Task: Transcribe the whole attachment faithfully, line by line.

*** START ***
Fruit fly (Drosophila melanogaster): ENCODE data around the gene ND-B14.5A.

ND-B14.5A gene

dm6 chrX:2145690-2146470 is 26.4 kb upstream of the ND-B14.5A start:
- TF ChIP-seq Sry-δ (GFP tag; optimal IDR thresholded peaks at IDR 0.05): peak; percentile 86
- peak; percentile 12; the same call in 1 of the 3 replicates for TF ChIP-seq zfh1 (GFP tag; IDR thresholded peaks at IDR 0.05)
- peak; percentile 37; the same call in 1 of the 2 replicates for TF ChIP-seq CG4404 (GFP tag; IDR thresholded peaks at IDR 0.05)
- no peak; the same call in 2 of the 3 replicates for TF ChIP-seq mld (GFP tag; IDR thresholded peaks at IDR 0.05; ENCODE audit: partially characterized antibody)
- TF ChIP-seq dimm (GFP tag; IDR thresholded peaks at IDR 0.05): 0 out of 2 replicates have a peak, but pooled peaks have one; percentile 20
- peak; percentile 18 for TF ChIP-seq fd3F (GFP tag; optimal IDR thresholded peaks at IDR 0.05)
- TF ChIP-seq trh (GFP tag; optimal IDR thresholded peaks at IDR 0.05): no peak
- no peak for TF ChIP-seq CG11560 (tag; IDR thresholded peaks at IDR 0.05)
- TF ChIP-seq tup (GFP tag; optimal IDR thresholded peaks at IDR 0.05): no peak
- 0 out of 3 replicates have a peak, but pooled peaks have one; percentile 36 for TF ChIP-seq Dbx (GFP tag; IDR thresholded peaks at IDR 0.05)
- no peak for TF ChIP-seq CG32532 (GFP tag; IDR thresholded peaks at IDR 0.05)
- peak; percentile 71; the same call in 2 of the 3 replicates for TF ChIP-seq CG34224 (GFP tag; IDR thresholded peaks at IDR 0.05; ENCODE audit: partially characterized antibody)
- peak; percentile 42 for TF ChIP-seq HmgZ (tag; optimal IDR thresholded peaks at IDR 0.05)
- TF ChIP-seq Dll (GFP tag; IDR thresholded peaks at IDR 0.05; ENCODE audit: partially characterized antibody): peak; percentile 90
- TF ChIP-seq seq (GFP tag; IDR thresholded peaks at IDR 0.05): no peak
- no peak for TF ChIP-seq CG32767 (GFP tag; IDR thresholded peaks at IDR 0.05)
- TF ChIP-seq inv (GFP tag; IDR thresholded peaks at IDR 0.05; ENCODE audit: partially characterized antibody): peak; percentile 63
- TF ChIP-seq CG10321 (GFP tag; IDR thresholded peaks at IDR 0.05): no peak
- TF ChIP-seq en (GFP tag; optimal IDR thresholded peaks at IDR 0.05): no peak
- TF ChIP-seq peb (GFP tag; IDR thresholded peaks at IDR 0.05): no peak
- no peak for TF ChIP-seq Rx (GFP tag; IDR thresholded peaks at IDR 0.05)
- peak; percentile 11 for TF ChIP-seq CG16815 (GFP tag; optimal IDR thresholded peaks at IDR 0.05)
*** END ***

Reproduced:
Fruit fly (Drosophila melanogaster): ENCODE data around the gene ND-B14.5A.

ND-B14.5A gene

dm6 chrX:2145690-2146470 is 26.4 kb upstream of the ND-B14.5A start:
- TF ChIP-seq Sry-δ (GFP tag; optimal IDR thresholded peaks at IDR 0.05): peak; percentile 86
- peak; percentile 12; the same call in 1 of the 3 replicates for TF ChIP-seq zfh1 (GFP tag; IDR thresholded peaks at IDR 0.05)
- peak; percentile 37; the same call in 1 of the 2 replicates for TF ChIP-seq CG4404 (GFP tag; IDR thresholded peaks at IDR 0.05)
- no peak; the same call in 2 of the 3 replicates for TF ChIP-seq mld (GFP tag; IDR thresholded peaks at IDR 0.05; ENCODE audit: partially characterized antibody)
- TF ChIP-seq dimm (GFP tag; IDR thresholded peaks at IDR 0.05): 0 out of 2 replicates have a peak, but pooled peaks have one; percentile 20
- peak; percentile 18 for TF ChIP-seq fd3F (GFP tag; optimal IDR thresholded peaks at IDR 0.05)
- TF ChIP-seq trh (GFP tag; optimal IDR thresholded peaks at IDR 0.05): no peak
- no peak for TF ChIP-seq CG11560 (tag; IDR thresholded peaks at IDR 0.05)
- TF ChIP-seq tup (GFP tag; optimal IDR thresholded peaks at IDR 0.05): no peak
- 0 out of 3 replicates have a peak, but pooled peaks have one; percentile 36 for TF ChIP-seq Dbx (GFP tag; IDR thresholded peaks at IDR 0.05)
- no peak for TF ChIP-seq CG32532 (GFP tag; IDR thresholded peaks at IDR 0.05)
- peak; percentile 71; the same call in 2 of the 3 replicates for TF ChIP-seq CG34224 (GFP tag; IDR thresholded peaks at IDR 0.05; ENCODE audit: partially characterized antibody)
- peak; percentile 42 for TF ChIP-seq HmgZ (tag; optimal IDR thresholded peaks at IDR 0.05)
- TF ChIP-seq Dll (GFP tag; IDR thresholded peaks at IDR 0.05; ENCODE audit: partially characterized antibody): peak; percentile 90
- TF ChIP-seq seq (GFP tag; IDR thresholded peaks at IDR 0.05): no peak
- no peak for TF ChIP-seq CG32767 (GFP tag; IDR thresholded peaks at IDR 0.05)
- TF ChIP-seq inv (GFP tag; IDR thresholded peaks at IDR 0.05; ENCODE audit: partially characterized antibody): peak; percentile 63
- TF ChIP-seq CG10321 (GFP tag; IDR thresholded peaks at IDR 0.05): no peak
- TF ChIP-seq en (GFP tag; optimal IDR thresholded peaks at IDR 0.05): no peak
- TF ChIP-seq peb (GFP tag; IDR thresholded peaks at IDR 0.05): no peak
- no peak for TF ChIP-seq Rx (GFP tag; IDR thresholded peaks at IDR 0.05)
- peak; percentile 11 for TF ChIP-seq CG16815 (GFP tag; optimal IDR thresholded peaks at IDR 0.05)